Despite a pledge in the government's ministerial declaration of August 2008 to take steps to uncover the fate of the Lebanese and other nationals who "disappeared" during and after the 1975-1990 Lebanese civil war, and to ratify the International Convention for the Protection of all Persons from Enforced Disappearances, the government took no practical steps to uncover mass graves or collect information on the "disappeared."
The fate of Lebanese and other residents of Lebanon who "disappeared" at the hands of Syrian security forces remains unknown. An official joint Syrian-Lebanese committee established in May 2005 to investigate such cases has not published any findings at this writing.
In March 2009 the international tribunal to try those responsible for killing former prime minister Rafik Hariri in 2005 and other politically motivated assassinations officially began its operations. In April the tribunal ordered the release of four former heads of Lebanese intelligence and security services-Gen. `Ali al-Hajj, Gen. Raymond Azar, Brig. Gen. Jamil al-Sayyed, and Gen. Mustafa Hamdan-who had been held for almost four years in detention without charge following their arrest in 2005 on suspicion of their involvement in Hariri's assassination. The tribunal has not issued any indictments to date, and the UN-appointed international commission continues its investigations.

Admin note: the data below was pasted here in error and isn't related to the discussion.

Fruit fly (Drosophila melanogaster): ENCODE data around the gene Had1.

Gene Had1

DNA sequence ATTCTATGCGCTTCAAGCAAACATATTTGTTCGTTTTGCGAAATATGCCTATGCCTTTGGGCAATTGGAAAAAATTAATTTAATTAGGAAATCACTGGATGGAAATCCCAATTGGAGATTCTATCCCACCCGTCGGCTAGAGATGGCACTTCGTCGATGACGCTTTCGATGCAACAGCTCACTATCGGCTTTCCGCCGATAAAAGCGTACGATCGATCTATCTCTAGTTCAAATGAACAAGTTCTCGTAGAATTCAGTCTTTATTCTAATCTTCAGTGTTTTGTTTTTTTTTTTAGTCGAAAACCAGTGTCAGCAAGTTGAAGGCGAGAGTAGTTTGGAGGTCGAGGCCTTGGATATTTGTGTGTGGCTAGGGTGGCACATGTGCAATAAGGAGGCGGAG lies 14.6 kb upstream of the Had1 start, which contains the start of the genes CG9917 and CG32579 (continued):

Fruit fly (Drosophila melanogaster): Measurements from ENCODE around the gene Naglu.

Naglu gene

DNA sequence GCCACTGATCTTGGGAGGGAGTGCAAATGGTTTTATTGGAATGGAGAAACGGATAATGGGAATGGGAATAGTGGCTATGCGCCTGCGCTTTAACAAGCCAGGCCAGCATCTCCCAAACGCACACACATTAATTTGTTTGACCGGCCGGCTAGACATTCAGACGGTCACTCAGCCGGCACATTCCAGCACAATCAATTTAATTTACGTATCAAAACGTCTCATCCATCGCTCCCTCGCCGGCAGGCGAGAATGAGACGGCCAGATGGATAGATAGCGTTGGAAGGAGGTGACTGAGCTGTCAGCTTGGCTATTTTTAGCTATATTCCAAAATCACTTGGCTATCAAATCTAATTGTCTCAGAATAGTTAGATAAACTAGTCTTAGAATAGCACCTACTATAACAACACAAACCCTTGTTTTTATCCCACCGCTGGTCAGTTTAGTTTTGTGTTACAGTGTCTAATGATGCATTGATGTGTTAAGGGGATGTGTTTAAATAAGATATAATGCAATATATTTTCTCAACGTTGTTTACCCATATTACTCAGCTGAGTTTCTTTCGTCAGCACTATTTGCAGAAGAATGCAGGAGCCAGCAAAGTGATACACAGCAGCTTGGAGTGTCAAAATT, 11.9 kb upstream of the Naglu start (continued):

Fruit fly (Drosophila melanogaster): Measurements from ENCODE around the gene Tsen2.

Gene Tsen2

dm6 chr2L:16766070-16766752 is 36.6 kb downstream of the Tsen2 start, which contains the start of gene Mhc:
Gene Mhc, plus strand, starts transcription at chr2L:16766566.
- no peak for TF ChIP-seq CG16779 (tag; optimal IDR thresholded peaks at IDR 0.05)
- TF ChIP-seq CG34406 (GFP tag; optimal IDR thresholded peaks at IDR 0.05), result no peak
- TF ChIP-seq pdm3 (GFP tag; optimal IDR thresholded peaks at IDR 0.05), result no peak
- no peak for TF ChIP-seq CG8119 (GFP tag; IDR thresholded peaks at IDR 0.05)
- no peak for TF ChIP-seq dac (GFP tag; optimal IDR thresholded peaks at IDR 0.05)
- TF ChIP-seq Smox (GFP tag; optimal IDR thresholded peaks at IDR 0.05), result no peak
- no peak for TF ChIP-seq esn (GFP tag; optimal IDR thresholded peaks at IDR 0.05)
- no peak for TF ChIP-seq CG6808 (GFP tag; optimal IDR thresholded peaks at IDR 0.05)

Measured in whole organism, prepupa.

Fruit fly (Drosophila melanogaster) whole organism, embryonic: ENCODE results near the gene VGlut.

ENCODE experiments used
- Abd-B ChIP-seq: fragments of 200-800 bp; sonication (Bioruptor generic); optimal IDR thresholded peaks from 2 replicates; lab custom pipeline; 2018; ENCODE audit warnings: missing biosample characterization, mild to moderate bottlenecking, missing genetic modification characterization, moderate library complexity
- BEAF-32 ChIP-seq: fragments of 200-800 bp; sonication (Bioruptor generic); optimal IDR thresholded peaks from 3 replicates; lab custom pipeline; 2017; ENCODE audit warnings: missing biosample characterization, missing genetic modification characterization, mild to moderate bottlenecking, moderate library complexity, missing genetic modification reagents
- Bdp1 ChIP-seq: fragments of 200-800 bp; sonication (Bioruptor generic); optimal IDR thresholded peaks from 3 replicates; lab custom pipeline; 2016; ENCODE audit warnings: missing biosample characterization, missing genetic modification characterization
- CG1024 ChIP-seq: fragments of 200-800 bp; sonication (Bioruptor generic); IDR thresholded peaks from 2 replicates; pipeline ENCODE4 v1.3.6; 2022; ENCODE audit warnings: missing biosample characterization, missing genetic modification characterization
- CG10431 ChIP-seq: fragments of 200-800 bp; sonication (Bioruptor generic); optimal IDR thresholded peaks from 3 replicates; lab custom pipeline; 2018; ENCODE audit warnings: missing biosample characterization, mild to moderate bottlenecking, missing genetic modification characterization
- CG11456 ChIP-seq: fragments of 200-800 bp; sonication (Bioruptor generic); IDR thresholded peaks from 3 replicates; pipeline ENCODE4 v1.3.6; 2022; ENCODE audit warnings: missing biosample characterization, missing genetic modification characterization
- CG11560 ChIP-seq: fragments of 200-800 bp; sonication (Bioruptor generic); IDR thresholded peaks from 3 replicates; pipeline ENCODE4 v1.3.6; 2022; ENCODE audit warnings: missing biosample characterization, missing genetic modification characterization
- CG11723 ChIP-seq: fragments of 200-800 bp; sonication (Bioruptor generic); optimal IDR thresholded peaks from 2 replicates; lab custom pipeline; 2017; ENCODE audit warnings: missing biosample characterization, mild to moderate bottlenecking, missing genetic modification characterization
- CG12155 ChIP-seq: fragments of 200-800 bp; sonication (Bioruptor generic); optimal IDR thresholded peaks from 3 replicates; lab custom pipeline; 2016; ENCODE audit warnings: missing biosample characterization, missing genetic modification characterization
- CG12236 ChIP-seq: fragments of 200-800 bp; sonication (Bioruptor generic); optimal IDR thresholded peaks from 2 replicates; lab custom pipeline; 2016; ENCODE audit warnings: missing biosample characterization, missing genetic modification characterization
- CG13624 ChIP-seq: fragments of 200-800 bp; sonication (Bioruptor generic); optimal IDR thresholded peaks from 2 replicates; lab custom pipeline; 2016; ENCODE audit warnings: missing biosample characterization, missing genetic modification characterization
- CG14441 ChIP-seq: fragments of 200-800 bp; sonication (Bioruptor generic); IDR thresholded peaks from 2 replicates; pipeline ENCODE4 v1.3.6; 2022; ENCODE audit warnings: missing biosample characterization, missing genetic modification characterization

Key International Actors
Multiple international and regional actors compete for influence in Lebanon.
France, the United States, and the European Union are key supporters of the Lebanese government and provide assistance for a wide range of programs, including armed forces training, torture prevention seminars, and civil society activities. However, these countries have not used their leverage to push Lebanon to adopt concrete measures to improve its human rights record, such as investigating specific allegations of torture or adopting laws that respect the rights of refugees or migrant workers.
Regionally, Syria, Iran, and Saudi Arabia maintain a strong influence on Lebanese politics through their local allies.
UN peacekeepers are still present in large numbers at Lebanon's southern border.